Suffixation was by far the most productive means of word derivation in OE. Suffixes not only modified the lexical meaning of the word but could refer it to another part of speech. Suffixes were mostly applied in forming nouns and adjectives, seldom – in forming verbs. Etymologically OE suffixes can be traced to several sources: old stem-suffixes, which had lost their productivity, but could still be distinguished in some words as dead or non-productive suffixes; derivational suffixes proper inherited from PIE and PG; new suffixes which developed from root-morphemes in Late PG and OE in the course of morphological simplification of the word. The old stem-suffixes cannot be regarded as means of derivation in OE. Their application in word derivation can be best shown in reconstructed, pre-written forms of weak verbs. Weak verbs of Class I were originally derived from nominal or verbal roots with the help of the stem-forming suffix –i/j-, e.g. tæl-i-an, mōt-i-an, OE tellan, mētan – from the roots of OE talu, зe-mot; verbs of Class II were formed with the help of the most productive stem-suffix -ō-, or -ōj-, e.g.: hop-ō-jan, luf-ō-jan, OE hopian, lufian from corresponding nouns hopa, lufu. Suffixes are usually classified according to the part of speech which they can form. In OE there were two large groups of suffixes: suffixes of nouns and suffixes of adjectives.

Noun suffixes are divided into suffixes of “agent nouns” (“nomina agentis”) and those of abstract nouns. Among the suffixes of “agent nouns” there were some dead, unproductive suffixes, e.g.: -a, as in the Masc. a-stem hunta; -end, originally the suffix of the Present Participle, e.g. OE fīend. Later it was replaced by -ere. OE agent nouns in -ere were derived from nouns and verbs: bōcere, fiscere. The nouns in -ere were Masc.; the corresponding suffix of Fem. nouns -estre was less common: spinnestre. Among suffixes of abstract nouns we can trace a productive suffix –nes/-nis: blindnis, beorhtnes. Another productive suffix, -ung/-ing, was used to build abstract nouns from verbs, e.g. earnian earnung (NE earn, earning). A most important feature of OE suffixation is the growth of new suffixes from root-morphemes. To this group belong OE -dōm, -hād, -lāc and some others, e.g. frēodōm (NE freedom), cīldhād (NE childhood), wedlāc (NE wedlock). Adjectives were usually derived from nouns, rarely from verb stems or other adjectives. The most productive suffixes were -iз, an -isc, e.g. mōdiз ‘proud’(from mōd NE mood); mennisc ‘human’ (from man with the root-vowel [a]).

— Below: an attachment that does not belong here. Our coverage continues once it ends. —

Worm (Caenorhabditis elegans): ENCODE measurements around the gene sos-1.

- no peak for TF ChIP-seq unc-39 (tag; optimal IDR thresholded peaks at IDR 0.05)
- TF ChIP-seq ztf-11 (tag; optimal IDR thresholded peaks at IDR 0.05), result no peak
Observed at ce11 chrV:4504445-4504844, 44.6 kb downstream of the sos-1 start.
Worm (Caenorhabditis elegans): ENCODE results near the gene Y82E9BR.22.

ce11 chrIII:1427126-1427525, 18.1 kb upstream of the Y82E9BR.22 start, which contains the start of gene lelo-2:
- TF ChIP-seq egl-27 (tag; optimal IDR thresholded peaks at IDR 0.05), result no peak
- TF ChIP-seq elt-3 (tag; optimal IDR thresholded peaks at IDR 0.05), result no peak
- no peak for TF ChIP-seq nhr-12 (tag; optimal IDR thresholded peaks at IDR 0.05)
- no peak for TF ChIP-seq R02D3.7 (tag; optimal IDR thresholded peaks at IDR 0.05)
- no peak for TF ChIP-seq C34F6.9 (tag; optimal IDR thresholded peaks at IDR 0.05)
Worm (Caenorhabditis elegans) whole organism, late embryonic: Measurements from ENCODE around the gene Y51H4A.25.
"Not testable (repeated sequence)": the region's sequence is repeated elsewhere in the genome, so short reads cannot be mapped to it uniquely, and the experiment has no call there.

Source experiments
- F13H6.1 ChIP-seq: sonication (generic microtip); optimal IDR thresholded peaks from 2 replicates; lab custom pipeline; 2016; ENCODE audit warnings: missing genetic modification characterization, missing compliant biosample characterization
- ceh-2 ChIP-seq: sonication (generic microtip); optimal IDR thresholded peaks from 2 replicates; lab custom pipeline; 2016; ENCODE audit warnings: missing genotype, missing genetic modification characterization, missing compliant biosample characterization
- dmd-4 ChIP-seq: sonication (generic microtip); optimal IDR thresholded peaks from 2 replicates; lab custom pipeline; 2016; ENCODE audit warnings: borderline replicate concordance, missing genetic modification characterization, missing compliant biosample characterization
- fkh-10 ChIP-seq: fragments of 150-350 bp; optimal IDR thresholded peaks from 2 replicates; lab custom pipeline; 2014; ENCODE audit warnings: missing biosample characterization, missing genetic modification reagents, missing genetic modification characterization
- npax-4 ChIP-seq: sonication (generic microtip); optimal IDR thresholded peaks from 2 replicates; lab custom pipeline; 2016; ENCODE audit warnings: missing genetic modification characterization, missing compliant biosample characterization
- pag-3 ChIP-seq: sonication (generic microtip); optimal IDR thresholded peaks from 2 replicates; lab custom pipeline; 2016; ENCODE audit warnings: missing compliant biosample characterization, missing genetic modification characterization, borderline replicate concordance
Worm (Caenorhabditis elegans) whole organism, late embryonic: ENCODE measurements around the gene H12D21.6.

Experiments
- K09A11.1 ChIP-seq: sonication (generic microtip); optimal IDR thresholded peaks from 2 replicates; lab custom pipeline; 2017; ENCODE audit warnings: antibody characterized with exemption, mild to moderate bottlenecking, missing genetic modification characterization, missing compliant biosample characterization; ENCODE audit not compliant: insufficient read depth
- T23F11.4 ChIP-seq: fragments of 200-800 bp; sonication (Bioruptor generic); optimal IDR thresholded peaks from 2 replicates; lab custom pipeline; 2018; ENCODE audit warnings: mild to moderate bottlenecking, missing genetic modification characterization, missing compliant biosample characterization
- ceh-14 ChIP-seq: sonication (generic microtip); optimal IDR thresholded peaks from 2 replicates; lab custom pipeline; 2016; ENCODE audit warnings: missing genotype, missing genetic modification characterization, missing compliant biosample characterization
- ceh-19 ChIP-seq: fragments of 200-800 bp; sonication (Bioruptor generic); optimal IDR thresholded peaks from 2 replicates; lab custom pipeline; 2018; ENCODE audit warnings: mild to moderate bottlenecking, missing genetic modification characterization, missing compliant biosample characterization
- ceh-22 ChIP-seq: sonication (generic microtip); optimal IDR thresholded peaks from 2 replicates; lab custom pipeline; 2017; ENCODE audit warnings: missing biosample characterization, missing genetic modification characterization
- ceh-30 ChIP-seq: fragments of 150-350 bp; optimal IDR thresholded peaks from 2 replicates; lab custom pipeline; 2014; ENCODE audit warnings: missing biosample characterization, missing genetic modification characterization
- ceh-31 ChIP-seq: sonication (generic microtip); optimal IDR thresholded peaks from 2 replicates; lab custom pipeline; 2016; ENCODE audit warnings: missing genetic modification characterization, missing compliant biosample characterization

Word-composition

Word-composition was a highly productive way of developing the vocabulary in OE. As in other OG languages, word-composition in OE was more productive in nominal parts of speech than in verbs.

The pattern “noun plus noun” was probably the most efficient type of all: mann-cynn (NE mankind). Compound nouns with adjective-stems as the first components were less productive, e.g. wīd-sǽ ‘ocean’ (wide sea). Compound adjectives were formed by joining a noun-stem to an adjective: dōm-зeorn (“eager for glory”). The most peculiar pattern of compound adjectives was the so-called “bahuvruhi type” – adjective plus noun stem as the second component of an adjective, e.g. mild-heort ‘merciful’.


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linguist55
Дата: 15.11.2008 20:39
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The article is written in good plain English and makes it possible for the reader to get a good idea of what the OE vocabulary was like and how it was formed.

Alexandra
Дата: 02.05.2011 16:49
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Dear Sir/Madam, Could you please give me the source which you used writing this article? I need it for my diploma work! I'm looking forward to hearing from you as soon as possible, Yours faithfully, Alex

Вусал
Дата: 07.06.2012 01:04
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Красота! Спасибо огромное, спасли.